Welcome to the second blog in the “Family and Community Group Conference Lived Experienced Practice Notes” series, brought to you by Kar Man and Tim. In this series, we will share our insights and experiences from Family and Group Conferencing (FGC).
Kar Man, a parent activist with lived experience of using FGC to plan for her future alongside her community, brings valuable insights as a research assistant and peer researcher at CASCADE, Cardiff University. She actively contributes to an NIHR-funded research project on Family Group Conferencing, working alongside Professor Jonathan Scourfield. Kar Man’s involvement extends beyond research, as she serves as a Lived Experience Advocate in the London Borough of Camden. Her dedication to social change through FGC, Peer Advocacy, and Co-Design models shines through her work.
Tim, a leading expert in facilitation and participatory methods, combines his 18 years of experience as a social worker with his extensive knowledge of empowerment models. As a service manager with LB Camden, Tim has facilitated over 100 FGCs in different communities in Wales and England, making him a seasoned practitioner in the field. His commitment to community inclusion and collaborative approaches is evident through his role as a Co-Investigator on the National Institute for Health Family Group Conference research project.
Through this blog series, we will explore the intricacies of FGC practice, community engagement, and the transformative power of relational activism. Join us on this journey as we look in detail into innovative approaches, share practical insights, and examine the impact of FGCs on social change. Stay tuned for our upcoming posts, where we will delve into various aspects of FGC practice and its profound influence on families and communities.
2. Group Dynamics in Family Group Conferencing
In Family Group Conferencing (FGC), understanding and managing group dynamics is essential to ensure a fair and inclusive decision-making process. By encouraging group thinking and avoiding “group think,” where individuals conform to others’ views without expressing their own, the FGC can benefit from a diverse range of perspectives and ideas.
Each person present should have a direct connection to the issues at hand, ensuring that their input holds weight and contributes meaningfully to the decision-making process. Striking a balance between immediate family members and friends’ networks, extended network participants, and relevant professionals creates a holistic representation that fosters a well-rounded discussion.
One challenge in group dynamics is group polarisation. This occurs when two individuals take opposing positions and engage in persuasive arguments to sway others in the group to their side. While healthy debate and differing opinions can be valuable, it is important for the FGC coordinator to mitigate extreme polarisation and ensure that all voices are heard and considered.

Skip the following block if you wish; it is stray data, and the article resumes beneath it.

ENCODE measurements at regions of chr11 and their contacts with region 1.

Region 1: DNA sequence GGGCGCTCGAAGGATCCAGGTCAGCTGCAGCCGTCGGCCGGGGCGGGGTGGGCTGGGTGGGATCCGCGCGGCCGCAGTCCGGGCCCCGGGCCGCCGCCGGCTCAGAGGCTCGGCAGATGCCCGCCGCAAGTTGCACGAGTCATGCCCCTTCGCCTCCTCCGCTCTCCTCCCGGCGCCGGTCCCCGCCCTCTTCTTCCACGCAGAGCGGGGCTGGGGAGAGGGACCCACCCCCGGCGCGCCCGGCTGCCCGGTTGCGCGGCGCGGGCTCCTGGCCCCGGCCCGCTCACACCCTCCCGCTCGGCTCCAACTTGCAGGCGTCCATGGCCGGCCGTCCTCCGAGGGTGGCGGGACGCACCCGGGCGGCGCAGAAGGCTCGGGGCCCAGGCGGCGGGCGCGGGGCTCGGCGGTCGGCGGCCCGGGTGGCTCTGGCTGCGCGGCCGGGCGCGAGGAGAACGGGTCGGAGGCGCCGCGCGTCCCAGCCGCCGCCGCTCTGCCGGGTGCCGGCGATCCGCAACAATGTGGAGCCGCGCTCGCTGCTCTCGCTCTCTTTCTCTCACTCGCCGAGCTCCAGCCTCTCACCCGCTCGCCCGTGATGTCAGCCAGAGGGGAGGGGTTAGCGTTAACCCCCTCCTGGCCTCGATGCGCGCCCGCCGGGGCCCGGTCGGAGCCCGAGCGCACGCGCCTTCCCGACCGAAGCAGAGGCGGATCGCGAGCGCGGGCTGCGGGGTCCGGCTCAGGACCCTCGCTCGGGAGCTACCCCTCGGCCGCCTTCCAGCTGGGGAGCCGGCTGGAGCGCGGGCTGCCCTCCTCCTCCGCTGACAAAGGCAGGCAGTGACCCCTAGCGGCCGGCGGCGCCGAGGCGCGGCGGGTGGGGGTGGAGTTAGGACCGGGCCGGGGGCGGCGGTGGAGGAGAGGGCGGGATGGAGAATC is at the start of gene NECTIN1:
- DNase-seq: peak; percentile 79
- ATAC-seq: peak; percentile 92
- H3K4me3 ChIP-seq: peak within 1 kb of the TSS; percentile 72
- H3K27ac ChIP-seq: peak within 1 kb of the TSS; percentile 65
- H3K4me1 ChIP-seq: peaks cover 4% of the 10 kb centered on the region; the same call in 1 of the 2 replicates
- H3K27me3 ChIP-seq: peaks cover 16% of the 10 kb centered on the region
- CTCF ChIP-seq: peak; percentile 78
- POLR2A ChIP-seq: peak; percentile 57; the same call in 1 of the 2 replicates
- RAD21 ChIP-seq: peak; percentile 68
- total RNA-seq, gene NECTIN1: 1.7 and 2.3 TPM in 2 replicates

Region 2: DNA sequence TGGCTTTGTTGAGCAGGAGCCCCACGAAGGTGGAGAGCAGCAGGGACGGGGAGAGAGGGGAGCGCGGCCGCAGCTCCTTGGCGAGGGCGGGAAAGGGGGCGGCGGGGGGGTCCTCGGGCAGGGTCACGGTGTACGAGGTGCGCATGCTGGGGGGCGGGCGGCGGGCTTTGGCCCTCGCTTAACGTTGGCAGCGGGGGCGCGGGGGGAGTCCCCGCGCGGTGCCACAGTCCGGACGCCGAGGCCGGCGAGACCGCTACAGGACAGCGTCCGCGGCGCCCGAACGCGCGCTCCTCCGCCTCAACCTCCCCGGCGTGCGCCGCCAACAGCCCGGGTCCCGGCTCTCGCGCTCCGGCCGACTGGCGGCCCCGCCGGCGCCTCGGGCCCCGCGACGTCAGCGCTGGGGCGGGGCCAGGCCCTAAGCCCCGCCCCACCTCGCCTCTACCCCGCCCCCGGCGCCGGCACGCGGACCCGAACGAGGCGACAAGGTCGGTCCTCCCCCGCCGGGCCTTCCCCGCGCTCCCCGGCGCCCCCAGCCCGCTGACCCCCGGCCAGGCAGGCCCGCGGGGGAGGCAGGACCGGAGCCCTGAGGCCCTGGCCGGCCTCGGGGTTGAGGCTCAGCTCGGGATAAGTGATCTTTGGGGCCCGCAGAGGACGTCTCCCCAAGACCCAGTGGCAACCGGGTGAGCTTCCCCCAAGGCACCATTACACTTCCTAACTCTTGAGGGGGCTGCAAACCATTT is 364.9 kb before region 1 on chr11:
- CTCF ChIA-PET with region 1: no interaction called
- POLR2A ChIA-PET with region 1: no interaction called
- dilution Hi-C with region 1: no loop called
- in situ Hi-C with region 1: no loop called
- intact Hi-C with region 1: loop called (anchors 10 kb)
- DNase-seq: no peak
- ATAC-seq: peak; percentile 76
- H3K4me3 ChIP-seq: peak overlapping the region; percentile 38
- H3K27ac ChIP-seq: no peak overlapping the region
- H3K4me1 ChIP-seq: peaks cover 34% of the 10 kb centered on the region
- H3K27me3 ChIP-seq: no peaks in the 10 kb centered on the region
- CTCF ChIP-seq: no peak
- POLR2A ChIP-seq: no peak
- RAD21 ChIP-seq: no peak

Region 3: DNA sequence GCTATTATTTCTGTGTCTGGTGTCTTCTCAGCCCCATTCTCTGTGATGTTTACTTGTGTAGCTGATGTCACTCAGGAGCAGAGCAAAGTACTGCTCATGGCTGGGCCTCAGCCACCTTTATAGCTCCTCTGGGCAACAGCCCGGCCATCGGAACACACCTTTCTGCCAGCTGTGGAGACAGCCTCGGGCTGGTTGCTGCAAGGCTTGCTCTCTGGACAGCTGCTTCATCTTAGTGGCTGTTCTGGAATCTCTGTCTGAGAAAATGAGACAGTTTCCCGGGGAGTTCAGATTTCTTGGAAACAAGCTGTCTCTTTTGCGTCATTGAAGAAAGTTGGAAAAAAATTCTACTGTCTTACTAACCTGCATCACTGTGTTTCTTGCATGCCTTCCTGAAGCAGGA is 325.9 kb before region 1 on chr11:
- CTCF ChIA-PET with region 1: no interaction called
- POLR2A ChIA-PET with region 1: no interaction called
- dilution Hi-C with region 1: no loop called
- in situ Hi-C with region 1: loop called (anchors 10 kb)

As a coordinator, it is crucial to be attentive and sensitive to the dynamics within the group. One question to ask is whether someone in the room is not speaking for a particular reason. It is possible that they may be hesitant to share their views due to power dynamics or fear of judgement. By acknowledging and addressing this concern, the coordinator can create a safe space where individuals feel comfortable expressing their thoughts and concerns. Skill in facilitating the process can significantly impact its efficacy. Preparation and clear goal-setting are integral aspects of their role. Providing participants with a thorough briefing before the conference helps them understand the purpose and structure of the session and ensures that they come prepared to contribute meaningfully. The coordinator’s guidance in setting the tone of the meeting, managing time effectively, and promoting open communication sets the stage for productive discussions.
Power dynamics within the FGC setting should also be recognised and managed. Power imbalances can arise from various factors, such as age, gender, cultural background, or past family dynamics. The coordinator should be mindful of these dynamics and take proactive steps to level the playing field, ensuring that all participants have an equal opportunity to contribute and influence the decision-making process.
By actively addressing power dynamics and fostering an inclusive environment, the coordinator can promote collaborative problem-solving and prevent the dominance of certain voices over others. This allows for a more balanced and fair decision-making process that reflects the collective needs and aspirations of the family. By assembling a diverse and relevant group of individuals, the FGC can tap into a multitude of perspectives that enrich the discussions.
In summary, understanding and managing group dynamics is crucial in Family Group Conferencing. Encouraging group thinking while avoiding groupthink and mitigating polarisation helps to ensure a diverse range of perspectives are considered. The coordinator should be mindful of individuals who may be hesitant to speak and work to address any power dynamics present within the group. By creating an inclusive and safe space, the FGC can facilitate effective decision-making and support positive outcomes.